A constitutional law expert noted that the Supreme Court, with its recent decisions, could be sending a message to proponents of “packing” or enacting other changes to the high court.
“The Supreme Court this week continued to disappoint congressional Democrats and activists with a long line of embarrassingly unanimous, nonideological rulings,” wrote George Washington University law professor and constitutional scholar Jonathan Turley on his website. “After all, the court is supposedly … ‘out of whack’ due to its irreconcilable ideological divisions. Indeed, the court is allegedly so dysfunctionally divided that many, including Democratic leaders, have called for sweeping changes—from packing the court with new justices to changing its voting rules or even creating an alternative court.”
Turley noted that in the court’s recent ruling on Borden v. United States, liberal Justice Elena Kagan wrote an opinion for Justices Stephen Breyer, Sonia Sotomayor, and Neil Gorsuch—with concurrence from Justice Clarence Thomas, who is considered by many to be the most conservative justice on the court. In that case, two conservatives and three liberals agreed to limit the scope of a “violent felony” under the Armed Career Criminal Act.
Last week, the court’s ruling on Van Buren v. United States was assigned by Breyer to Justice Amy Coney Barrett, considered a conservative, who wrote for Justices Breyer, Sotomayor, Gorsuch, Kagan, and Brett Kavanaugh—or three liberals and three conservatives, Turley said.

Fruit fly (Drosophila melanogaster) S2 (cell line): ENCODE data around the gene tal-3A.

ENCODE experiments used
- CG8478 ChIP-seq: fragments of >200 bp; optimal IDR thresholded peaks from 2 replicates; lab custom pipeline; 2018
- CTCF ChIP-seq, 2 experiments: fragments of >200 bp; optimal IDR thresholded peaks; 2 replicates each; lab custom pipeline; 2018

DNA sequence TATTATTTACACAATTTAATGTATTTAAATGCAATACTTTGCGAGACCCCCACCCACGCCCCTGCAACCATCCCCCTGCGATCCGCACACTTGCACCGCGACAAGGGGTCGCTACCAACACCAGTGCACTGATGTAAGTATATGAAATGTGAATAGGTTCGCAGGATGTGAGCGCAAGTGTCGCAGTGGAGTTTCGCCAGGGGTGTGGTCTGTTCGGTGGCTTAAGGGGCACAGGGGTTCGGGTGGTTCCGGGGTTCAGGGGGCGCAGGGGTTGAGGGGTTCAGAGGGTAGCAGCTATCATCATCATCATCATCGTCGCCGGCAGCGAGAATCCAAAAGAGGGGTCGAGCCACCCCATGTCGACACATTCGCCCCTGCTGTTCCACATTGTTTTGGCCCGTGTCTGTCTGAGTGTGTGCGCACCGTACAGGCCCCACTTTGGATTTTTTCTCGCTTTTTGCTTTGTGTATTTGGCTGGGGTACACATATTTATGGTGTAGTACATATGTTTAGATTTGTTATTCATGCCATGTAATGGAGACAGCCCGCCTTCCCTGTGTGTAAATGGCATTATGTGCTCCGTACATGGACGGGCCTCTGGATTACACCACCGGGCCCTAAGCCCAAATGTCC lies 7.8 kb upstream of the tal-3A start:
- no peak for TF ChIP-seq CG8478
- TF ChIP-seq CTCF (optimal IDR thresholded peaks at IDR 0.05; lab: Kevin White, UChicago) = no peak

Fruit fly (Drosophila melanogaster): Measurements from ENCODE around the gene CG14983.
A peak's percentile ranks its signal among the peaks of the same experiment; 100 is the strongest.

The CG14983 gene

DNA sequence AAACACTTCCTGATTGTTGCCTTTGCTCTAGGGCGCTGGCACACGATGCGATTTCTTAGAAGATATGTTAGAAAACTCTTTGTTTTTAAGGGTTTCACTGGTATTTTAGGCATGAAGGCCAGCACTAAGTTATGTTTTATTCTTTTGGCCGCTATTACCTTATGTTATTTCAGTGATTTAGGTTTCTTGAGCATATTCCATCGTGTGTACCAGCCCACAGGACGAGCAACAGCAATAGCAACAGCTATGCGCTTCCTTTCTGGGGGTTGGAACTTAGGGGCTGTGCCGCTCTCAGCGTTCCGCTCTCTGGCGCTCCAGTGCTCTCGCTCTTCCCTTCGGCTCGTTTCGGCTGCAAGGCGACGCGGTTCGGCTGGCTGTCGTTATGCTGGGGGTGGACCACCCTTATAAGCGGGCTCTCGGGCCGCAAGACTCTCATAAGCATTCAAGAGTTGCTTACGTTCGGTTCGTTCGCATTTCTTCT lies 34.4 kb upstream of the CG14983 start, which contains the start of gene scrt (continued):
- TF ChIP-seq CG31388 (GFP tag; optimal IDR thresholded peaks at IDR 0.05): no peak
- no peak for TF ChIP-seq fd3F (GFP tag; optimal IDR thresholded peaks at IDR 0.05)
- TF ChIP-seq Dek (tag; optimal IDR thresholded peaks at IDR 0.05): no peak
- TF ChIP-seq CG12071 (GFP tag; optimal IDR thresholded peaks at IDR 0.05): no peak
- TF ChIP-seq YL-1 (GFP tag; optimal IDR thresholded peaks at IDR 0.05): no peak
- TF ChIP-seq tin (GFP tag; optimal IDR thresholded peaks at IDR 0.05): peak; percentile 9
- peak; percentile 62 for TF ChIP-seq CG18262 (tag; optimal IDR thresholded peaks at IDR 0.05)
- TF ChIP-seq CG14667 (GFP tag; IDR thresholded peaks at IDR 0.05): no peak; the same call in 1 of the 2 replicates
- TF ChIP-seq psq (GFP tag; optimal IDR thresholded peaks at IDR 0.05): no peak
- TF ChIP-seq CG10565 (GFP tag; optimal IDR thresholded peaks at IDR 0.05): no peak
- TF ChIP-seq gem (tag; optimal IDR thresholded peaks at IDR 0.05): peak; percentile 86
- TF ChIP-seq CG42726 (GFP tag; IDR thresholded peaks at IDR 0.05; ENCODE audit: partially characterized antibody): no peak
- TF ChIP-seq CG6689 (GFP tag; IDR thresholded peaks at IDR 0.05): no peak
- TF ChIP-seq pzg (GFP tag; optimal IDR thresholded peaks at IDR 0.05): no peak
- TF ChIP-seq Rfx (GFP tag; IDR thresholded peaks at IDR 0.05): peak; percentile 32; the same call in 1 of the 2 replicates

And those most recent decisions follow a “litany of unanimous” rulings from the court this year, Turley said, noting that the court is seemingly “sending a message in the timing of the release of its opinions.”
“The justices do not rule on cases to send messages to Congress, but they do control what cases are accepted and when those decisions are released,” he wrote. “It is hard not to view the last few weeks as a type of judicial ‘harrumph’ to the continuing calls for court-packing. While we expect more ideological splits in a few upcoming cases, these cases reaffirm that they are not so rigid or ‘hopelessly divided’ as Democratic leaders and other critics have suggested.”
When Barrett was nominated by former President Donald Trump last year, some congressional Democrats suggested that with the move, they would have no other choice but to “pack,” or expand the Supreme Court to as many as 15 justices. There’s no law that stipulates the court has to be only nine justices (the current number) but that number hasn’t been changed since the mid-1800s.
Breyer, a member of the liberal wing of the court, himself argued in April that packing the court would be an attempt to politicize the institution.
“Structural alteration motivated by the perception of political influence can only feed that perception, further eroding that trust,” he said of the proposals.
The White House created a commission several months ago dedicated to evaluating possible changes to the Supreme Court, including an expansion or term limits for justices, according to an executive order signed by President Joe Biden.
Representatives for the Supreme Court didn’t immediately respond to a request by The Epoch Times for comment.